T3, by lowering stress, sometimes reveals a low basal metabolic rate, that was hidden by high stress hormones. The body produces about 4 mcg of T3 per hour, so taking more than that can interfere with regulatory processes. It's helpful to use the resting pulse rate, and the 24 hour temperature curve, along with other signs, such as mood, appearance of veins on the hands, etc. The peak temperature should be in the afternoon.

    I occasionally see that happen [T3 WILL CAUSE LOW TEMP/PULSE]; sometimes people have had their pulse rate decrease 40 or 50 beats per minute. The temperature of your fingers, toes, and nose helps to interpret the balance between stress and thyroid; your fingers should be less cold as your metabolic rate comes up. In extreme hypothyroidism, the hands and feet can be very cold while the oral temperature looks o.k.; then as the metabolic rate increases, the difference between fingers and mouth decreases.

    When I used only Cytomel, any little stress would make me suddenly hypothyroid, and my heart would stop several times in a minute; when I started using some thyroid, USP, that contained both T4 and T3 it stopped happening.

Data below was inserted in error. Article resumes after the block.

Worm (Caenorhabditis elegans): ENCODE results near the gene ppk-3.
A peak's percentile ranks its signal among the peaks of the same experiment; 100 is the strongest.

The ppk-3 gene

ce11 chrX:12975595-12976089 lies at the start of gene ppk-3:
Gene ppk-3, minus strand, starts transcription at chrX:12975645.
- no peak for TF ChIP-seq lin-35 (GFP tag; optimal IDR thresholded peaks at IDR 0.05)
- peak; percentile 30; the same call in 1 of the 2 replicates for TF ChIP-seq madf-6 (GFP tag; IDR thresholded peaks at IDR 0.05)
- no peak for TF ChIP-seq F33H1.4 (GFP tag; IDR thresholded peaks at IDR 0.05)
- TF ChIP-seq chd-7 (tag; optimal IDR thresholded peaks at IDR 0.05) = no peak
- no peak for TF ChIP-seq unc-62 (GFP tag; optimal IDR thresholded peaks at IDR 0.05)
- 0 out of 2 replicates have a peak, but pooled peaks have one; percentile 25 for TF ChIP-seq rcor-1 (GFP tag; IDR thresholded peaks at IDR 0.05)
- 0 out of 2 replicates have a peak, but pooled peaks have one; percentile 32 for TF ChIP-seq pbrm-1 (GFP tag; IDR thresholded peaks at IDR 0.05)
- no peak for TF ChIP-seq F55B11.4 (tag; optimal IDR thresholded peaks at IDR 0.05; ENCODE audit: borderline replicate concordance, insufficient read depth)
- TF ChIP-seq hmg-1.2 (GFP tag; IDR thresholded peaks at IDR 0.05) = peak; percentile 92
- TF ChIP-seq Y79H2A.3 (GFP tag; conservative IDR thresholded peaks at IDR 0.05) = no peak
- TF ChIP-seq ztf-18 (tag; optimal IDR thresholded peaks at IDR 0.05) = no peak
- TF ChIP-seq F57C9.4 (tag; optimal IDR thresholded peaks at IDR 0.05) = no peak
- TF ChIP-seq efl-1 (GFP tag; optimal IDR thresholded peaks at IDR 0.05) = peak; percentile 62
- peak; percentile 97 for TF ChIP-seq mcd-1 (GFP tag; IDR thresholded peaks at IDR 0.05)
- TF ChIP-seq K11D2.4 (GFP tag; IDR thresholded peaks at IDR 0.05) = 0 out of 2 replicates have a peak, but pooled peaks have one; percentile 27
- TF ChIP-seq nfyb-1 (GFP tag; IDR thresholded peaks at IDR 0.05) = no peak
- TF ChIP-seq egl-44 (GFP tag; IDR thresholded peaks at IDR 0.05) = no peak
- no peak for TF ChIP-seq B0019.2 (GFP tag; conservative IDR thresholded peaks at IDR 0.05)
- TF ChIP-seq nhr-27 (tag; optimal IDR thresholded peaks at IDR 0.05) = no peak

Experimenters using isotopes gave large doses of thyroid until the subjects' glands were completely shut off, and when they stopped giving the doses, everyone's gland returned to normal activity in just 2 or 3 days. The gland is extremely quick to adjust its activity, both up and down, except when it's inhibited by stress, or PUFA, or estrogen, etc. [TAKING THYROID WILL HAVE LONG-TERM EFFECTS]

    The temperature rise during the day is the most important thing, since nocturnal stress hormones can give a misleading impression in the morning. Resting pulse rate is another good indicator. Milk and cheese are the best calcium sources.


    If you are eating enough protein, about 100 grams, and salt and thyroid, then I would consider the steroids--something might be interfering with your production of pregnenolone and DHEA. Things that could do that would be very low cholesterol, or a deficiency of vitamin A (retinol), or possibly other deficiencies.

    If your cholesterol is above 200, and the thyroid supplements didn't warm you up, it's possible that something is interfering with your steroid synthesis, which might be a deficiency of something like vitamin A, or interference from something like iron or carotene. Have you tried a supplement of pregnenolone or DHEA? Were any other hormones, such as prolactin, measured? If you are taking the aspirin regularly, you should make sure to get vitamin K, from kale, liver, or a supplement. Anemia, like cold feet, is a common sign of low thyroid function."
  3. Stilgar

    Stilgar Member

    May 16, 2013
    What an incredible resource. Thanks for posting.